Then the rain came. Gossamer towers of water descended and swayed and followed the erratic paths blazed by the wind. Each drop of driven rain felt like the prick of a pin against any exposed skin. The paving stones glistened dark red and became slick. The people scurried; some fell as they ran looking for some kind of shelter. Clothing was darkened and drenched. All the pretty young ladies whose curled hair was held fast with sugared water watched the creations of their hand maids wilt and fall under the force of the icy rain. Then came the hail; first no larger than half grain of rice. As the hail continued it became as large as walnuts. Rich and poor alike were thrust into a panic. Family groups ran here and there. Parasols were ripped by the wind and hail; heads were covered with hands that felt the sting of the icy pellets.
The burning attracted such a crowd that only a lucky few were able to find shelter immediately. Lighting exploded again hitting just outside the city burning the image of the city gates into the frightened eyes of the parishioners closest to the where the bolt hit. The prostitutes and pimps and pick pockets scrambled under the hay wagon. Everyone who could find room, jammed themselves under an overhang be it nothing more than eaves, and pressed themselves as tightly as they could against the supporting wall. The few shop keepers who happened to have their keys with them opened their doors and allowed as many people in as they could.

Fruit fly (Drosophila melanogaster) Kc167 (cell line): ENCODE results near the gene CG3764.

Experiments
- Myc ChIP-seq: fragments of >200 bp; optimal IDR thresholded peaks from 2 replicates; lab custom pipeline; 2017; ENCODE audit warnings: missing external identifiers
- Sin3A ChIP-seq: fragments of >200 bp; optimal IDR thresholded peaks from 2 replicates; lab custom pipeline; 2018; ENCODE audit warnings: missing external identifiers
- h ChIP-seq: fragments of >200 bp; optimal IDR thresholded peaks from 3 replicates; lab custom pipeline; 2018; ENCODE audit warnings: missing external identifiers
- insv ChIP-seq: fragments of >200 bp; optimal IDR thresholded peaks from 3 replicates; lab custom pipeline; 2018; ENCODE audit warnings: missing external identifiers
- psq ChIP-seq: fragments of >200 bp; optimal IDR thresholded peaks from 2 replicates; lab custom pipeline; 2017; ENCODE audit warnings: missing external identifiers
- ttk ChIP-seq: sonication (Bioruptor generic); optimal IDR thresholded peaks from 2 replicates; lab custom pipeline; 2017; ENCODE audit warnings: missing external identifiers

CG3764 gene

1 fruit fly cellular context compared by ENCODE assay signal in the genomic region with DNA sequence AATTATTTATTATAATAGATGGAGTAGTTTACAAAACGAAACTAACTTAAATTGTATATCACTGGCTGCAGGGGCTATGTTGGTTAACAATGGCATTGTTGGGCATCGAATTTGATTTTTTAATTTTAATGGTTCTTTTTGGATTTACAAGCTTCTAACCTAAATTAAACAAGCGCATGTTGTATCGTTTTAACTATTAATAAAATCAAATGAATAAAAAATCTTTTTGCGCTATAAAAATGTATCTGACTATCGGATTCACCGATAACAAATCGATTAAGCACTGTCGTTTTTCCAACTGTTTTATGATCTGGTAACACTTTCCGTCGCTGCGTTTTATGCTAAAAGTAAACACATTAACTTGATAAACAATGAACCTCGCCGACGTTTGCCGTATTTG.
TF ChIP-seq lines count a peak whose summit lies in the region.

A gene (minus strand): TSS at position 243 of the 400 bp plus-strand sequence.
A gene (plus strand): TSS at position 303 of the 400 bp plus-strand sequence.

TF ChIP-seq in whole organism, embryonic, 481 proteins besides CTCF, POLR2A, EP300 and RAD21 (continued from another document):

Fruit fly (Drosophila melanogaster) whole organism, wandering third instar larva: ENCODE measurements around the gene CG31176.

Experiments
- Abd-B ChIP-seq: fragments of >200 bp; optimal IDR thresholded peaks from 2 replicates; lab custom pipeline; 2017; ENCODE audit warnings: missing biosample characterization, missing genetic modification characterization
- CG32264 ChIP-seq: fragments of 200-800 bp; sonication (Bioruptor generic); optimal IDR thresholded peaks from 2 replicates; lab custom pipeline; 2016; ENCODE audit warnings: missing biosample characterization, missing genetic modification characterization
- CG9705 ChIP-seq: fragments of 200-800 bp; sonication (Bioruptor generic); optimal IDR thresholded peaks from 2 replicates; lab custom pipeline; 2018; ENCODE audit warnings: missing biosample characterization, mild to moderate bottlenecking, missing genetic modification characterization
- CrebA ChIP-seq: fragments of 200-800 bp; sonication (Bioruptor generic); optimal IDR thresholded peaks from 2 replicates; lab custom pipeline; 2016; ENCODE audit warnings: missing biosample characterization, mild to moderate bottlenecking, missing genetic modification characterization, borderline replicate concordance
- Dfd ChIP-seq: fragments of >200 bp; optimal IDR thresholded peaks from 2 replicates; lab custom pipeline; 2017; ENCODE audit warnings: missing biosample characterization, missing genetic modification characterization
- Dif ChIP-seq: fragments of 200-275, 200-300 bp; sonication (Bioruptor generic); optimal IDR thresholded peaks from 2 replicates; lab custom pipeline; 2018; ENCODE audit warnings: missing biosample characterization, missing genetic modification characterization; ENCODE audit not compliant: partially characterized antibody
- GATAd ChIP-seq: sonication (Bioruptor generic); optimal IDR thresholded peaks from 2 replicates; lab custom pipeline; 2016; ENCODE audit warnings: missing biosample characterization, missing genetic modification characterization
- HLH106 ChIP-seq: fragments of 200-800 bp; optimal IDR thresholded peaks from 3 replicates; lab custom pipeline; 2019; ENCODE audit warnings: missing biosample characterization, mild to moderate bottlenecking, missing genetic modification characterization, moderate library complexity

The Alchemist Gift is a book about the lives of people in the Renaissance and the alchemy that brought them together with its repercussions on our modern-day hero, Roland.
I am writing the novel Alchemist Gift online in real time. I will share a few paragraphs of the book with each blog. I am still writing the book. I’d like to know how you like what you are reading. Please use the comments section to share. If you make suggestions in your comments, I may incorporate your ideas into the book. We hope you will enjoy the process as much as I do, follow the saga and share it with your friends and colleagues.
2013 Mark D. Giglio, www.theartofgiglio.com